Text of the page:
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Monetary Reward As A Motivating Factor of Spanish

 

Imperialism In South America
 
Monetary rewards, such as gold, money, land, or slaves were
one of the three main factors that motivated Spanish
imperialism in South America in the early to mid 1500s. It,
along with greed for glory, and faithfulness to God,
influenced the Spanish warriors in South America to conquer
as much land as possible, and settle it, creating
civilizations.
 
The warriors may have envisioned themselves making money or
earning monetary possessions in any number of ways. Pay may
have been one of them. Spanish warriors had seen past
expeditions return successfully and be rewarded by the
king. South America was land that had never before been
seen, and was a whole new horizon to explore. They believed
it had great potential to earn them a reward.
 
The seeking of treasures also played a major role in
persuading the Spanish warriors to go through with these
expeditions. In the past, Cortes and Pizarro had been to
South America, and had looted and pillaged, returning with
substantial amounts of gold, silver, and money. Although
most Spanish explorers were convinced that they, too, would
find treasure, most did not. These, such as Ponce de Leon,
de Coronado, Narvaez, and De Soto, returned unsuccessful in
finding anything of great value.
 
Spanish warriors may also have conquered for land grants.
If they had led a successful expedition and discovered new
land, they may have been granted a large plot that of land,
usually measuring many hundreds of square miles. These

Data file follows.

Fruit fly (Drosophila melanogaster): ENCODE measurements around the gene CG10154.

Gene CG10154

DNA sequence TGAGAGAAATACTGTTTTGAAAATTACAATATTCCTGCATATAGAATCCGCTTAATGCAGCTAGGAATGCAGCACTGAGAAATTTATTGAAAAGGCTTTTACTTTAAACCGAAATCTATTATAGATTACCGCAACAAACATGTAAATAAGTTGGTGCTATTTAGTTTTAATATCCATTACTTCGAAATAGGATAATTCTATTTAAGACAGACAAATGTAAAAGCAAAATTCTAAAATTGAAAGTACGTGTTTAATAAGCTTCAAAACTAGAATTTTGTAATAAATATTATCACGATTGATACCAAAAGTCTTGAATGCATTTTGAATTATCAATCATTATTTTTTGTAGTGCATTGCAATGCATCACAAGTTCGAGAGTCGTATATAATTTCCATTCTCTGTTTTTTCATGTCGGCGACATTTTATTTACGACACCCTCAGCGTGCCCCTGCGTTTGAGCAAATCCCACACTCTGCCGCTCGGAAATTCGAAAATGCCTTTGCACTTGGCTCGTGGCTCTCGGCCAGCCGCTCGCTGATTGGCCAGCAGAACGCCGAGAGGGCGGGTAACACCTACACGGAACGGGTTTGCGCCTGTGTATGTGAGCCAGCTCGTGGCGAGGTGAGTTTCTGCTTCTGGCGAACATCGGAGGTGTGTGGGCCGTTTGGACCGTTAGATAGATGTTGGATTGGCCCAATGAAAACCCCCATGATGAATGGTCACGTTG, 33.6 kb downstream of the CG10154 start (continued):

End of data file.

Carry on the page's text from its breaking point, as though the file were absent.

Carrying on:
plots of land, after being developed, were called
encomiendas, or fiefs, and the owner would divide his land
among others, who would then be attached to their segment
of land. Being on land which is under one's own
responsibility is something many warriors strived for; it
would be another reason for one to uncover and conquer new
territory.
 
Having slaves was an additional motive behind the Spanish
Imperialism in South America. People knew that when they
conquered the natives of a land, the natives would become
slaves to them. Since the Spaniards did not know that the
Indians were such terrible workers, they fought hard so
that they would have them as slaves. Furthermore, on an
encomienda, lesser nobles were attached to the land that
the greater nobles above them owned. Thus, in a sense, the
greater nobles had workers. With these lesser nobles
managing small plots of their land, they could produce more
from the land, and manage it better, in effect making more
money.
 
Overall, gold, money and other monetary reward was a major
factor pushing the Spaniards to conquer. Most of the
Spaniards believed that this imperialism was an outstanding
opportunity for great riches, so they worked hard to
conquer. Money, land, and slaves were powerful possessions.
 



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